Minuscule 1333, assigned to the 1000s, is a Gospels-manuscript.  Most of the text is written in two columns per page, with 26 lines per column.  The main text is supplemented by Eusebian canon-numbers and section-numbers in the side-margins, although the Canon-tables themselves do not appear.  Chapter-numbers are also present in the side-margins, and chapter-titles appear in the upper margins.   There are a lot of short Arabic notes in the margin scattered throughout the manuscript.  (Perhaps it would be a worthwhile project for some Arabic-reader to study these notes.) 
            The manuscript has been prepared for liturgical use:  αρχη and τελος symbols appear frequently, and incipit-phrases are often supplied in the margins.  The Heothina-readings are marked.  Symbols (such as  and  and ) of the sort which one might initially assume would link the text to marginal corrections lead instead to liturgical notes (most of which assign readings to specific days). 
            Here is a basic index; the links lead to page-views at the website of the Library of Congress:
Damaged lectionary-tables appear before the kephalaia-list for Matthew.   
Matthew begins below a headpiece similar to the kind often found at the beginning of lectionaries.
After the last page of Matthew, on which three lines (from Mt. 28:20) are written across the page, the chapter-list for Mark follows on the next page.  There is no subscription.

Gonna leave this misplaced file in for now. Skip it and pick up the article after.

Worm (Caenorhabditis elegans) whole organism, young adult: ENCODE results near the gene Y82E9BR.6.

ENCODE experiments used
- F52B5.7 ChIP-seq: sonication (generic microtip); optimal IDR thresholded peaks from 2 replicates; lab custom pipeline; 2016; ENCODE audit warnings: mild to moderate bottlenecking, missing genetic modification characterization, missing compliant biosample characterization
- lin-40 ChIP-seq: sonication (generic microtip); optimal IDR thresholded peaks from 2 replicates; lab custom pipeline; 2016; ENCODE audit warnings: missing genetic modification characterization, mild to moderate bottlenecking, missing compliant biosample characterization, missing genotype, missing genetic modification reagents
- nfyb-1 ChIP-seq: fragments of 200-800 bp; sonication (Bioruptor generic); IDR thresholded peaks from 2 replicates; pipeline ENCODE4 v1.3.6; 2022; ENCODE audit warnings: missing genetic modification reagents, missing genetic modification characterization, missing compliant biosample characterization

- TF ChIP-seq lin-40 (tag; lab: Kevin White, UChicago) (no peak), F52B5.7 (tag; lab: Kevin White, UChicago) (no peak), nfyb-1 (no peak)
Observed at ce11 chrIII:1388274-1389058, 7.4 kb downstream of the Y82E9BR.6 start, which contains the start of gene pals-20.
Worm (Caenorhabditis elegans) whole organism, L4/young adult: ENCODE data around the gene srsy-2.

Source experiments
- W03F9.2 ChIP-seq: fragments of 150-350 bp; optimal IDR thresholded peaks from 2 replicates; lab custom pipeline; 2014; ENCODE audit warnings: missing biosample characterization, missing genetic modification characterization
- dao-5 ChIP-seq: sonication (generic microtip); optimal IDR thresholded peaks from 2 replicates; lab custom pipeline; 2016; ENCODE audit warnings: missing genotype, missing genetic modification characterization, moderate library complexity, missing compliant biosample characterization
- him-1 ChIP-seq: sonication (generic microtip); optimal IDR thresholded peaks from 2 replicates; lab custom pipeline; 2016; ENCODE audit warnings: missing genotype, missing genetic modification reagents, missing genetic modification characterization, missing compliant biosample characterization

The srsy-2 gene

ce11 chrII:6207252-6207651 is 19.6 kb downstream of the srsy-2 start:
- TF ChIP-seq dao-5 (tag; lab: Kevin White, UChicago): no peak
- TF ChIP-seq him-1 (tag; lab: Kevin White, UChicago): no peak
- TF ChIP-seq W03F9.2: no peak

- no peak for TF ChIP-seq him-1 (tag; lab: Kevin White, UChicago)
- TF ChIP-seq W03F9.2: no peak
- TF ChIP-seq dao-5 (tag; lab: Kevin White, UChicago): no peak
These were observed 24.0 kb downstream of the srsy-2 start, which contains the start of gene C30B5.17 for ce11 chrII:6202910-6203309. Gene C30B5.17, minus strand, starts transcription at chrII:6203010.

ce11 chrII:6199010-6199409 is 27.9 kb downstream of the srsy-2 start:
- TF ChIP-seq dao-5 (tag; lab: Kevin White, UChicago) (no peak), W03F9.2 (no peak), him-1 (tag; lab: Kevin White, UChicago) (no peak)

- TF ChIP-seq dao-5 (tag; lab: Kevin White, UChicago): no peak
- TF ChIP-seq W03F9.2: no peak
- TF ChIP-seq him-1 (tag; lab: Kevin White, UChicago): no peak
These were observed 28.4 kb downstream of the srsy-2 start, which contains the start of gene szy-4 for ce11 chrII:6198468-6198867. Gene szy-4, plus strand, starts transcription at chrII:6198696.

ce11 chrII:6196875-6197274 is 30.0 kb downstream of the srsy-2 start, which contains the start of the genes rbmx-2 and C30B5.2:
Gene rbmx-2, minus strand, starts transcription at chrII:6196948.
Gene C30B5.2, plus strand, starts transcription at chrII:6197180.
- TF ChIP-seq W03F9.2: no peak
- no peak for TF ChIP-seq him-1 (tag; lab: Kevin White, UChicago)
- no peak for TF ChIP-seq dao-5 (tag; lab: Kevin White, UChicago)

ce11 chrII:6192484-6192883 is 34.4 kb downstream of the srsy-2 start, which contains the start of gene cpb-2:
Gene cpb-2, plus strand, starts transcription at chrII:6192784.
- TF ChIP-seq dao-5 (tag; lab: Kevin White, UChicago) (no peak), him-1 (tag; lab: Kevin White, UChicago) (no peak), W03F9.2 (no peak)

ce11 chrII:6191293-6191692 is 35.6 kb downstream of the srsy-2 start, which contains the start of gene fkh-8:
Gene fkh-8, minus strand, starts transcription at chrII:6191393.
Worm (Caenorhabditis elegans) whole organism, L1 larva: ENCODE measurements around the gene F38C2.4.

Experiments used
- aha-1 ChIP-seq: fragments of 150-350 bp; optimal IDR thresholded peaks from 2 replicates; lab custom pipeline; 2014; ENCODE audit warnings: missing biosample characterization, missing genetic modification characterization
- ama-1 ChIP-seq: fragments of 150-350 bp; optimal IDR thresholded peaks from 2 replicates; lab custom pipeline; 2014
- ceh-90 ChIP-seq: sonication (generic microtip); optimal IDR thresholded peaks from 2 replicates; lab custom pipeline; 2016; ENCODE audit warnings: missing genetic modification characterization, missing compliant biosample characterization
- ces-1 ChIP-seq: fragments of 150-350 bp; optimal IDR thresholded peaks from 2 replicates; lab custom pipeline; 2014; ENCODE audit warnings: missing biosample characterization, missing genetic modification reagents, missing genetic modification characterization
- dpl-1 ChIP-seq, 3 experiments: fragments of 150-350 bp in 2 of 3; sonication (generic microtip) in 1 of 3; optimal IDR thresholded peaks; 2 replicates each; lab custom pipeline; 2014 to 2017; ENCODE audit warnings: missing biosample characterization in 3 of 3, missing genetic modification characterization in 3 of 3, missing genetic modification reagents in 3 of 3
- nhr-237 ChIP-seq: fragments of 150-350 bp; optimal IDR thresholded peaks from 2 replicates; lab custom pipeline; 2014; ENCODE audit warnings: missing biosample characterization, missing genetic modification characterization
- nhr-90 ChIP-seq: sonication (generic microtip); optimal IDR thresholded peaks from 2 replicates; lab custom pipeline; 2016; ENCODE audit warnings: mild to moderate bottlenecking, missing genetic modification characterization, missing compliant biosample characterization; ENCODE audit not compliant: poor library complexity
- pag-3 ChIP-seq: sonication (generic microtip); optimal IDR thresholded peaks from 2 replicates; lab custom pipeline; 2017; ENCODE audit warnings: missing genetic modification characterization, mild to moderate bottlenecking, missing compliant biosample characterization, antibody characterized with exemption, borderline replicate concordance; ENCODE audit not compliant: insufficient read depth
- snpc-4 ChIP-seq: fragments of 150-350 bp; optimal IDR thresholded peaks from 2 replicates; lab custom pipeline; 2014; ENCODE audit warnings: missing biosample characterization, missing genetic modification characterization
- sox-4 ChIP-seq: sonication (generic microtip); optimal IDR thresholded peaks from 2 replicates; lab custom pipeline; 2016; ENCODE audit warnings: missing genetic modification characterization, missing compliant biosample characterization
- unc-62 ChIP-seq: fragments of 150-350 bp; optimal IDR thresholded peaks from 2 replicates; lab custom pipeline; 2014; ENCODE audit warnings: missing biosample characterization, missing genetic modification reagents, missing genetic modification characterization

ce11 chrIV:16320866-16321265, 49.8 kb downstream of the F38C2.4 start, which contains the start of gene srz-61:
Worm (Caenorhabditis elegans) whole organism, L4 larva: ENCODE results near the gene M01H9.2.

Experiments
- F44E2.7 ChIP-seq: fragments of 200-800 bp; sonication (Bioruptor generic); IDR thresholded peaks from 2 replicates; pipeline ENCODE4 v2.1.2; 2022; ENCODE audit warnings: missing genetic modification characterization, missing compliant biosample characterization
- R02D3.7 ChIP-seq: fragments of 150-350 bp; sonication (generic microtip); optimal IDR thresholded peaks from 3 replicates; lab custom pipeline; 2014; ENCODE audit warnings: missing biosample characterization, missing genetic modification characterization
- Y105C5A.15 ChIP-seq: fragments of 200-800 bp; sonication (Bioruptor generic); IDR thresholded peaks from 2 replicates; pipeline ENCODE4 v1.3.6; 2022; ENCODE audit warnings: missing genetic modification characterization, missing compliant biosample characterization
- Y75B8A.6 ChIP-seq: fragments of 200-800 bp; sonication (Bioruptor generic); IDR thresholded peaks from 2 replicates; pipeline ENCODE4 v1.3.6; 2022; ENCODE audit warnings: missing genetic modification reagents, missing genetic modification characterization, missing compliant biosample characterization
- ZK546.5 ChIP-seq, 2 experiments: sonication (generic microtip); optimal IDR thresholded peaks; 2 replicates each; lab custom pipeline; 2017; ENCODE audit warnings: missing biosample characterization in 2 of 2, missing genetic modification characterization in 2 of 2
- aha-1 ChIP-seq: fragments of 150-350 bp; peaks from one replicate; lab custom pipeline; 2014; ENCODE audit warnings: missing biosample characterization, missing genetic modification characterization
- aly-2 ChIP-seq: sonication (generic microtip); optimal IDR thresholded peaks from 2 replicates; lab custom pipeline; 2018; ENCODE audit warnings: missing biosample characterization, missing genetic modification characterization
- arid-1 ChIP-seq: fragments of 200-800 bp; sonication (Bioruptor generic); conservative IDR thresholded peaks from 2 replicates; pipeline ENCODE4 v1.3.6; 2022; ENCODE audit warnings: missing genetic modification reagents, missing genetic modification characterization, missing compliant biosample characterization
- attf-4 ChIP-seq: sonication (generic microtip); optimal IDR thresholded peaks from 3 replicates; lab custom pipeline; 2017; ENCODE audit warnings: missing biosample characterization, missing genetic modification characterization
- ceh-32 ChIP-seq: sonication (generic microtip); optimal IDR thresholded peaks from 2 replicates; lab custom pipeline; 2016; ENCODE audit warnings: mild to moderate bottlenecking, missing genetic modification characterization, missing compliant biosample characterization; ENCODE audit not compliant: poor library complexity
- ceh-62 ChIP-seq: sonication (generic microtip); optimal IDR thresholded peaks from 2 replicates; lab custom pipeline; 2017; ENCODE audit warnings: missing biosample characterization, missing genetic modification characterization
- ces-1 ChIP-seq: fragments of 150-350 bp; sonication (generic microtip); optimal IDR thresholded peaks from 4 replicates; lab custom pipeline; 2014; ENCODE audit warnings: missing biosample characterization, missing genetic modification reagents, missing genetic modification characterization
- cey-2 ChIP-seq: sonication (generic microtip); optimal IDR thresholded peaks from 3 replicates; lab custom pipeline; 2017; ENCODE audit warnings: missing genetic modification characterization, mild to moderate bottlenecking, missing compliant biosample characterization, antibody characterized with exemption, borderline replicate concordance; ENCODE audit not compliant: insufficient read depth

Mark begins without a headpiece.   
Mark 16:9-20 is included in the text and is identified in the margin as the third Heothinon-lection.
After Mark 16:20, a table of lections for Saturday and Sunday appears in the next two columns, beginning with a headpiece.
Before the chapter-titles for Luke, there is a filler-page.
Luke begins beneath a headpiece.
Luke 22:43-44 is included in the text.
The last six lines of Luke are written in a vortex format, that is, the lines are centered and become shorter as the end approaches.  There is no subscription.
John 8:3-11 is written on the page between the last page of Luke and the page which contains the chapter-titles of John.  The writing begins with a title that covers both columns:  The reading for the 8th of October, for Pelagia.  Then the first column begins with the words, εκ του κατα Ιω, that is, “From the [Gospel] according to John,” the usual sub-title used in lectionaries to introduce a lection from the Gospel of John.  This is followed by Τω καιρω εκεινω, that is, “At that time,” a routine incipit-phrase used to begin readings.  The rest of the text on the page consists of John 8:3-11.